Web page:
Thirty years ago, the United States dominated the world politically, economically and scientifically. But today?

Burj Khalifa
Burj Khalifa

“The tallest building in the world is now in Dubai, the biggest factory in the world is in China, the largest oil refinery is in India, the largest investment fund in the world is in Abu Dhabi, the largest Ferris wheel in the world is in Singapore,” notes Fareed Zakaria. “And … more troublingly, [the United States is] also losing [its] key grip on indices such as patent creation, scientific creations and things like that — which are really harbingers of future economic growth.”

Zakaria, the host of CNN’s Fareed Zakaria GPS and an editor at large for Time magazine, charts the fall of America’s dominance and the simultaneous rise of the rest of the world in his book The Post-American World: Release 2.0, which shows how the collapse of communism and the Soviet empire — as well as the rise of global markets — has leveled the playing field for many other countries around the world.

“The result is you have countries all over the world thriving and taking advantage of the political stability they have achieved, the economic connections of a global market, the technological connection into this market,” he tells Fresh Air‘s Terry Gross. “And we are all witnesses to this phenomenon.”

America, Zakaria says, is also starting to lag behind other countries in education, building a competitive workforce, and fostering new energy and digital infrastructure to support those workers — all markers of long-term economic growth. He says America is now heading toward what he calls a “post-American” world, in which the United States’ share of the “global pie” is much smaller — as the rest of the globe begins to catch up.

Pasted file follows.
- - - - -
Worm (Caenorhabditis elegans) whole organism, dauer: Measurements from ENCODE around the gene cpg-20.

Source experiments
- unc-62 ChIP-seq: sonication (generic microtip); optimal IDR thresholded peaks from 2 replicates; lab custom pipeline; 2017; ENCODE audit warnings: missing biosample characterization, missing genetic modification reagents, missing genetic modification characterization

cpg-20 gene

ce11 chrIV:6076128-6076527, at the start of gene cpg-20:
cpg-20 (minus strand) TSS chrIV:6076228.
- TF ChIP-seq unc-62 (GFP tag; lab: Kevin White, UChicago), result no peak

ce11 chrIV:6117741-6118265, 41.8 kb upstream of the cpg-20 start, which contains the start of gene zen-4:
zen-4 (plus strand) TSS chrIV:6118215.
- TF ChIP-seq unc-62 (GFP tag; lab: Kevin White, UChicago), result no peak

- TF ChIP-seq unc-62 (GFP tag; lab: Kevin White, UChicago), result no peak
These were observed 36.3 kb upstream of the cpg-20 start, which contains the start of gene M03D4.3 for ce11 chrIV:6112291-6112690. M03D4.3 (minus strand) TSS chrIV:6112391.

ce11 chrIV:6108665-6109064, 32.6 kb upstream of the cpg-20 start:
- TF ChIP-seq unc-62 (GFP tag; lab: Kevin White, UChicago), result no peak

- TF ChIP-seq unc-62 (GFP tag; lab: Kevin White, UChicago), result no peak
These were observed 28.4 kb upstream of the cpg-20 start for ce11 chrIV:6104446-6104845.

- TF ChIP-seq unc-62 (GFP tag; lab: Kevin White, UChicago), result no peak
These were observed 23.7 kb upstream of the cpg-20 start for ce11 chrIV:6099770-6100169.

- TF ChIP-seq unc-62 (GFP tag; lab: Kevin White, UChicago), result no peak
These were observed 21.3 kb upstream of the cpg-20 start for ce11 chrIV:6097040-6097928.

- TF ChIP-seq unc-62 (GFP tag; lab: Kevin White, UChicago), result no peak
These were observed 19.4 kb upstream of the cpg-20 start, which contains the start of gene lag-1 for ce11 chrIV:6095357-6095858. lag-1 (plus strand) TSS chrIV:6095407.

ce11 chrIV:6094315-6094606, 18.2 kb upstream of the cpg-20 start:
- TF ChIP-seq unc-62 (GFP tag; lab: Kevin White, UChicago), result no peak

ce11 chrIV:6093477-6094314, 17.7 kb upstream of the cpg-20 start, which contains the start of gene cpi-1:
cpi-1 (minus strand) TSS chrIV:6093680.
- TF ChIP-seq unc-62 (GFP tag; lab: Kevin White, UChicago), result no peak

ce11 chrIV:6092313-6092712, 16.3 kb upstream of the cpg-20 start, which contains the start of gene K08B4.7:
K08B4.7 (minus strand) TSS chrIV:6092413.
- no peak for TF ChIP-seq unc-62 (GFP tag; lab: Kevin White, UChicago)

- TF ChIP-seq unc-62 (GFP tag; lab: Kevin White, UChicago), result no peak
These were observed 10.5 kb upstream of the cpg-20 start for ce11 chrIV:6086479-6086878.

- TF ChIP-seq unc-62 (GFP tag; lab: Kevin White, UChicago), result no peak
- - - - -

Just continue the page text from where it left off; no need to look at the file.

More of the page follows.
“In economic terms, the rise of the rest [of the globe] is a win-win,” he says. “The more countries that get rich [and] the larger the world economy, the more people there are producing, consuming, investing, saving, loaning money. … If we didn’t have the rest of the world growing, the United States economy would be in much worse shape than it is today.”

But Zakaria cautions that the economic growth around the world — and the benefits that global economic stability create — do not extend to the political arena.

“Politics and power is a realm of relative influence,” he says. “So as China expands its role in Asia, whose role is diminishing? Of course, the established power — the United States. It’s not possible for two countries to be the leading dominant political power at the same time.”

America’s political system, Zakaria says, becomes mired in debate and cannot deal with the short-term deficit. “To put it in perspective, if Congress were to do nothing, the Bush tax cuts would expire next year,” he says. “That by itself would yield $3.9 trillion to the federal government over the next 10 years. We would go to the bottom of the pack in terms of deficit as a percentage of GDP among the rich countries in the world — we would basically solve our fiscal problems for the short term.”

Fareed Zakaria

Fareed Zakaria is the host of CNN’s international affairs program GPS, an editor at large for Time magazine and a columnist for The Washington Post.